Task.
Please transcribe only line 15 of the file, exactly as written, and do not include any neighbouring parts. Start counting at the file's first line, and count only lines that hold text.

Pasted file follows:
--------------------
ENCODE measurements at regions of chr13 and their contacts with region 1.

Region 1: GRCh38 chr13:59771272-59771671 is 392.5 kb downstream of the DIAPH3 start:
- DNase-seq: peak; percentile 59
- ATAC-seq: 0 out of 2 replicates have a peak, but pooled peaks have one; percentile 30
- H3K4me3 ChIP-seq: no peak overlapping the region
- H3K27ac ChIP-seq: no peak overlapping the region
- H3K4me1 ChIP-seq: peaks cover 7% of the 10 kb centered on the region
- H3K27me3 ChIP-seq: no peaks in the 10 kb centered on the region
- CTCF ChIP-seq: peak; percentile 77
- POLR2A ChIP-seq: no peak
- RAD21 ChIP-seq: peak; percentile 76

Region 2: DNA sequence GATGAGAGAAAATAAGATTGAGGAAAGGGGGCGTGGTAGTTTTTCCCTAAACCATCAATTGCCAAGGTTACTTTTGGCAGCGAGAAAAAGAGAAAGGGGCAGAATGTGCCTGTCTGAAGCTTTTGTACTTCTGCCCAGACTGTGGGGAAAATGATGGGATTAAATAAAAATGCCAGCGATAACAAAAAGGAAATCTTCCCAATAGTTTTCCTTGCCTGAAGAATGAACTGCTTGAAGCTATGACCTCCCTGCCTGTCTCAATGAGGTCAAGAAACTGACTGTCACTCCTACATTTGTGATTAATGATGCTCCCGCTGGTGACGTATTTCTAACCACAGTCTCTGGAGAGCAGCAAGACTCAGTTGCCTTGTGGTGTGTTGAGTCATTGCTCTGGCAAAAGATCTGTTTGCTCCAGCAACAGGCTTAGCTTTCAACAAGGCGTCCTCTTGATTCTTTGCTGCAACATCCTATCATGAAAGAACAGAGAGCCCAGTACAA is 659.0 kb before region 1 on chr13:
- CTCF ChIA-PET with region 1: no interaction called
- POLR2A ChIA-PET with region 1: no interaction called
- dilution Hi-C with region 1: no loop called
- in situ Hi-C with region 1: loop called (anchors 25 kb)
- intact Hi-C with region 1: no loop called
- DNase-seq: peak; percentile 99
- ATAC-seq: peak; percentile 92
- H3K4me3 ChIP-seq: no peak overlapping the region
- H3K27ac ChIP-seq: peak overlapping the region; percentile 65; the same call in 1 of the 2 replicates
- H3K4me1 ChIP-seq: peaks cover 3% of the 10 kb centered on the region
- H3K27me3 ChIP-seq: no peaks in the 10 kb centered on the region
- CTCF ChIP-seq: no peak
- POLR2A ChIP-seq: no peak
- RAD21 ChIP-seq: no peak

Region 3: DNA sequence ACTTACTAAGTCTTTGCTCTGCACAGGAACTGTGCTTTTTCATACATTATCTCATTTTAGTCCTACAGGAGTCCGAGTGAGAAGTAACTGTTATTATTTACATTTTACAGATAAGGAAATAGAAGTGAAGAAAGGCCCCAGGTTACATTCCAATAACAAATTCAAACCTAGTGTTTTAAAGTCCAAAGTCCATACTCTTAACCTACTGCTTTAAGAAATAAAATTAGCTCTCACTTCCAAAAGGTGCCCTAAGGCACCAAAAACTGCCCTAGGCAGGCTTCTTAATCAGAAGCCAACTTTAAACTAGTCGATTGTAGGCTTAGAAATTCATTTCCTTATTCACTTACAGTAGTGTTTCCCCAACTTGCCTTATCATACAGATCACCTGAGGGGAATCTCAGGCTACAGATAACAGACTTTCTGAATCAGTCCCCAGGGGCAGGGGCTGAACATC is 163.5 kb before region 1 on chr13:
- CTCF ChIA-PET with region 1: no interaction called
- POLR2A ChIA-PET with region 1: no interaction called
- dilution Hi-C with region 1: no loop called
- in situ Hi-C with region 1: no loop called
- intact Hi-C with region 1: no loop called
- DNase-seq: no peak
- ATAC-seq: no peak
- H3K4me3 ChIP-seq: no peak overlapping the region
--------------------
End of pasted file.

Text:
- dilution Hi-C with region 1: no loop called